Do I have to freeze my file with all three credit bureaus?

Yes. Different credit issuers may use different credit bureaus. If you want to stop your credit file from being viewed, you must freeze it with Equifax, Experian, and Trans Union.

Will a freeze lower my credit score?


Can an employer do a background check on my credit file?

No. You would have to lift the freeze to allow a background check, just as you would to apply for credit. The process for lifting the freeze is described above.

Does freezing my file mean that I won’t receive pre-approved credit offers?

No. You can stop the pre-approved credit offers by calling 888-5OPTOUT (888-567-8688). Or you can do this online at This will stop most of the offers, the ones that go through the credit bureaus. It’s good for five years or you can make it permanent.

What law requires security freezes?

The Indiana security freeze bill passed as Senate Bill 403. It is effective September 1, 2007.

Can I still get a copy of my credit report?

You will still be able to get a free copy of your credit report annually from each credit bureau by visiting

I am glad Indiana has taken this step. It will help some people. If you know your personal information has been compromised in some way, a freeze should be a good way to prevent identity theft. Unfortunately, I don’t think most people are aware of the theft of their personal information prior to the thief using it to obtain credit. The average consumer is therefore left with the dilemma of choosing to leave his credit file vulnerable to identity theft or to freeze it and have to go through the trouble of lifting the freeze every time he wants to apply for credit.

Much more needs to be done…

I received a mailer recently from Equifax. The mailer was selling Equifax’s credit monitoring tool called Credit Watch Gold. It had a couple of “Identifact(s)” listed which contained a few statements that made me go “Hmmmm?”:

* identity theft is now surpassing drug trafficking as the nations’s #1 crime * there are over 10 million victims of identity theft annually * the average victim of identity theft spends 28 hours and $5,686 to resolve the case
The mailer cites the U.S. Department of Justice Statistics and the Federal Trade Commission for this information.

While these “facts” are presented as indisputable truth, a little internet research and a little common sense show that they are anything but. LESSON: NOT EVERYTHING PRESENTED AS A FACT IS ACTUALLY TRUTH.

Identity theft is now surpassing drug trafficking as the nations number one crime? Really? Knowing how widespread drug use is in this country, I find that hard to believe. And what about drunk driving? You’re telling me that there are more instances of identity theft than all the drunk driving that occurs in this country, even including all the drunk driving that never comes to the attention of police? I couldn’t believe it.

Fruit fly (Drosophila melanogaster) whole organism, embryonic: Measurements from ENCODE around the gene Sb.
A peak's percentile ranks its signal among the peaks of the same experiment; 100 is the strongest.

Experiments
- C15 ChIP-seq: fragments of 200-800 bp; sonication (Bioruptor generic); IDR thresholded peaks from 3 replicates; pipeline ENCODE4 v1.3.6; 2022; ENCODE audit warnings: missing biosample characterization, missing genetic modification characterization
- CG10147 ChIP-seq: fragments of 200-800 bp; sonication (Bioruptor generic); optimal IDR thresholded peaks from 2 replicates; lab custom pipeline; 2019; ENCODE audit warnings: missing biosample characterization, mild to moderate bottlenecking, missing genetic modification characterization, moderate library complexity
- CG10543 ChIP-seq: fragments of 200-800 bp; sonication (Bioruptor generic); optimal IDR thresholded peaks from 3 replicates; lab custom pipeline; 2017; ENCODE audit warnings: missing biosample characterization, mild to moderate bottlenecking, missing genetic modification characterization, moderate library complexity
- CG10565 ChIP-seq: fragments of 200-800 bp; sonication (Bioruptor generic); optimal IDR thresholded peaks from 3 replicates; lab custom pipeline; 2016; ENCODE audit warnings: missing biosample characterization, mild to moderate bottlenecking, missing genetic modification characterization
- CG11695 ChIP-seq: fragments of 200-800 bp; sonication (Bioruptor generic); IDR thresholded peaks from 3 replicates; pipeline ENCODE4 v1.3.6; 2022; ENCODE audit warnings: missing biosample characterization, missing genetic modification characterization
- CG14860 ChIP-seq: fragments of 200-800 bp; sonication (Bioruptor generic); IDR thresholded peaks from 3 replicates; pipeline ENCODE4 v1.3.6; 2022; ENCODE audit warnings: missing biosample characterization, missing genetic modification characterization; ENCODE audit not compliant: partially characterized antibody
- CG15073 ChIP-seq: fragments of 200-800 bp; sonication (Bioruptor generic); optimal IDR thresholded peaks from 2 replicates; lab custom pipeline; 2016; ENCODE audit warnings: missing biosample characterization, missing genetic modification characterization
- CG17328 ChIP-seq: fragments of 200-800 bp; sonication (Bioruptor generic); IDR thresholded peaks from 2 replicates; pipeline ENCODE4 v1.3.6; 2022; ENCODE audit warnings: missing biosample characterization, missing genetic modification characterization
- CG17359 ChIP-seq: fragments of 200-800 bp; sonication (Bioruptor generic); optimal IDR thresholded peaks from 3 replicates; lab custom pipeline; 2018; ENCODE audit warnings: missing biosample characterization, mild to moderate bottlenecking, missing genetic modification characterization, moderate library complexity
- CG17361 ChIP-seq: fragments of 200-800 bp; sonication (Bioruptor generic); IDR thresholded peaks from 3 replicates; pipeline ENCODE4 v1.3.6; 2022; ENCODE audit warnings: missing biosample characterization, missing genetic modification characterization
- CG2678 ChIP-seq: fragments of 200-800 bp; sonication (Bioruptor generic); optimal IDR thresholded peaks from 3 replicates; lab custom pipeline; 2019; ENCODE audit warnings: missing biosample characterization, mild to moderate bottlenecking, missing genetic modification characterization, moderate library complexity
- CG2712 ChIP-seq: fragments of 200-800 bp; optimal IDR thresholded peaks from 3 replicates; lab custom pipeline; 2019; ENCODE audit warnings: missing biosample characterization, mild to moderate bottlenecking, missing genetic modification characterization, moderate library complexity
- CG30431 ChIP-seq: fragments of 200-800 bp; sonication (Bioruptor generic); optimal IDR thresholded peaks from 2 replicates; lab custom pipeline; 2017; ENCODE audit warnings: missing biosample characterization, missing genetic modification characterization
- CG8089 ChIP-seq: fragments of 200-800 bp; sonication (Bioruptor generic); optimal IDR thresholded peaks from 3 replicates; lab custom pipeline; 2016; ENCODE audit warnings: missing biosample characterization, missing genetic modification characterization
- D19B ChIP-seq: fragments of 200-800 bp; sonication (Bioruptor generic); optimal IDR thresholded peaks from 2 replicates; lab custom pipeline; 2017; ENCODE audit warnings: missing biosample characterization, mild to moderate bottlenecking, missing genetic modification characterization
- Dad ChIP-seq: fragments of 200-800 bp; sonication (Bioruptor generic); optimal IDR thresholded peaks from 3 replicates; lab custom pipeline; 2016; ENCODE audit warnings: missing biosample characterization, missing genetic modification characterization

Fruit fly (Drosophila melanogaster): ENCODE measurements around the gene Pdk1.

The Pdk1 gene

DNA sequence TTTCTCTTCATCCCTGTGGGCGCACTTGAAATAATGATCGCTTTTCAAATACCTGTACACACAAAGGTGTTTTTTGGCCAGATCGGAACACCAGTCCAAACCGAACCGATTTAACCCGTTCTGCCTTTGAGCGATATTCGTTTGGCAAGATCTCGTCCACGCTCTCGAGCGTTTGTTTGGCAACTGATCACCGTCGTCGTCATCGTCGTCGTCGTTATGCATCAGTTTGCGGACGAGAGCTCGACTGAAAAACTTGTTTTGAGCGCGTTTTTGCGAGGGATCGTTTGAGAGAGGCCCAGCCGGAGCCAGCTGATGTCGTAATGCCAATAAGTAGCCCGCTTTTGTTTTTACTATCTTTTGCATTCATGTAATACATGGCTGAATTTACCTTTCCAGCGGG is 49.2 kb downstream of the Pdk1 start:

I did some research and found nothing to support this statement in terms of number of crimes committed. What I did find was some ephemeral evidence suggesting that for the first time, in 2004, the proceeds from “cybercrime” exceeded the proceeds from drug trafficking. I have no idea if this is true or not, but I do know that “cybercrime” is not equivalent to identity theft. Cybercrime involves a whole host of crimes in addition to identity theft, like corporate espionage, child porn, stock manipulation, and song piracy to name a few.

I don’t think it can be called accurate in any sense of the word to say that identity theft is the nation’s number one crime.

There are over 10 million victims of identity theft annually? If by “victim” Equifax means consumers, which I think would be the common use of the word and certainly what they are implying, then I’m not buying it. I know identity theft is pervasive, but 10 million is a lot of people. There are just over 300 million persons in this country, so exclude all kids and incompetent adults and you’re down to maybe 225 million. Then, subtract from that all the adults who don’t have any established credit history and those who don’t have credit worth stealing and I think you’d be down to somewhere between 100 and 150 million. So one out of every 10 to 15 people in this country is a victim of identity theft, every year? I just can’t buy that.

But maybe I’m wrong. Surprisingly, there is some support out there for this figure. In January 2006, Javelin Strategy and Research co-released its 2006 Identity Fraud Survey Report with the Better Business Bureau. This study found that the number of identity theft victims in the United States was actually decreasing, from 10.1 million in 2003 to 9.3 million in 2005 to 8.9 million in 2006. Well, I might be wrong, but I’m still not buying it. I think they must be including defrauded creditors into this figure as well. But even if this study’s finding is accepted as true, Equifax’s statement is still wrong.

The average victim of identity theft spends 28 hours and $5,686 to resolve the case? Actually, I can’t really quibble with the time but $5,686????? NO WAY. No way, no way, no way. The clear implication of this statement is that the average consumer victim of identity theft spends $5,686 of their own money in order to stop all the collections and to get their own credit report back. Can I say it again? No way.